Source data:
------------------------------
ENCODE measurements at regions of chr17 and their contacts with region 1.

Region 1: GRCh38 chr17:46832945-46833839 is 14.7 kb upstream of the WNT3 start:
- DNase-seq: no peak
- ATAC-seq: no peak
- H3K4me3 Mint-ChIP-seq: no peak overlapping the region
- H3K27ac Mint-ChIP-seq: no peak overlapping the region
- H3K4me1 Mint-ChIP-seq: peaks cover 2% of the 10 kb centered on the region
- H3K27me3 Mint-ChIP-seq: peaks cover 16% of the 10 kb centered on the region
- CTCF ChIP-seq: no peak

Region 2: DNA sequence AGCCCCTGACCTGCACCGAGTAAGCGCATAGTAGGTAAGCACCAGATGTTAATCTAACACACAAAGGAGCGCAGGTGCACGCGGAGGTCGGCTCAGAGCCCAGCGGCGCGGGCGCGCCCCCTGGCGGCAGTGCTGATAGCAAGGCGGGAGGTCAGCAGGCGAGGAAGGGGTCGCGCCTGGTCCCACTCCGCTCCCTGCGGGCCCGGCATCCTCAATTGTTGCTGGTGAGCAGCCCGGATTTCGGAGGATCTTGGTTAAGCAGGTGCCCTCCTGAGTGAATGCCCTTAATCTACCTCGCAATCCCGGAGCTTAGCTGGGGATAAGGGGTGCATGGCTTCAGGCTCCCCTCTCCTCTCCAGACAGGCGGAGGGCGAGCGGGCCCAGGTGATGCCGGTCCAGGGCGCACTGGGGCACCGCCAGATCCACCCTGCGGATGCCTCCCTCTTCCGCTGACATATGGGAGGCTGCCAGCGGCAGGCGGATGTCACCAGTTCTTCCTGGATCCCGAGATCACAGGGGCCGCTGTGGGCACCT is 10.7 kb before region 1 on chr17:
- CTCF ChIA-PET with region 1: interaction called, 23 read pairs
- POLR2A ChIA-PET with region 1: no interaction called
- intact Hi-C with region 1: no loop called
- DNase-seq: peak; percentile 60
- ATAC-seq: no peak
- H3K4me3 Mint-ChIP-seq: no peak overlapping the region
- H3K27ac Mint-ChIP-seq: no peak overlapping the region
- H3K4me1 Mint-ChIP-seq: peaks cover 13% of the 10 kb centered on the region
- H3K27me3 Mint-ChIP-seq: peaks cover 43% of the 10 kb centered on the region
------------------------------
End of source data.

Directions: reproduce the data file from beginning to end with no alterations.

ENCODE measurements at regions of chr17 and their contacts with region 1.

Region 1: GRCh38 chr17:46832945-46833839 is 14.7 kb upstream of the WNT3 start:
- DNase-seq: no peak
- ATAC-seq: no peak
- H3K4me3 Mint-ChIP-seq: no peak overlapping the region
- H3K27ac Mint-ChIP-seq: no peak overlapping the region
- H3K4me1 Mint-ChIP-seq: peaks cover 2% of the 10 kb centered on the region
- H3K27me3 Mint-ChIP-seq: peaks cover 16% of the 10 kb centered on the region
- CTCF ChIP-seq: no peak

Region 2: DNA sequence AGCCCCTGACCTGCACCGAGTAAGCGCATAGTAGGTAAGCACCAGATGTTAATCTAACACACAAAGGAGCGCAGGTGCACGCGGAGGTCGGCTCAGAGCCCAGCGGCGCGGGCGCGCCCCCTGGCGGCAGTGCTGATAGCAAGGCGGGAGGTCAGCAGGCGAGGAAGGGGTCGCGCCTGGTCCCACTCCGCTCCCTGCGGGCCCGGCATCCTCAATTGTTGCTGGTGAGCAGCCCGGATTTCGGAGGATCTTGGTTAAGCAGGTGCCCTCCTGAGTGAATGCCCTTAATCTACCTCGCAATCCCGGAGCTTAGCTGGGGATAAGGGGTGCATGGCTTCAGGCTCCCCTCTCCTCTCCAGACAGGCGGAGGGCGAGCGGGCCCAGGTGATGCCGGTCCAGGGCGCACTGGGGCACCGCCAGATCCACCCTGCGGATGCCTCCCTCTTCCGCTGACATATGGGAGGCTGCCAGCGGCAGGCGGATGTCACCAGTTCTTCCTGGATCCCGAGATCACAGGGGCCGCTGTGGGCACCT is 10.7 kb before region 1 on chr17:
- CTCF ChIA-PET with region 1: interaction called, 23 read pairs
- POLR2A ChIA-PET with region 1: no interaction called
- intact Hi-C with region 1: no loop called
- DNase-seq: peak; percentile 60
- ATAC-seq: no peak
- H3K4me3 Mint-ChIP-seq: no peak overlapping the region
- H3K27ac Mint-ChIP-seq: no peak overlapping the region
- H3K4me1 Mint-ChIP-seq: peaks cover 13% of the 10 kb centered on the region
- H3K27me3 Mint-ChIP-seq: peaks cover 43% of the 10 kb centered on the region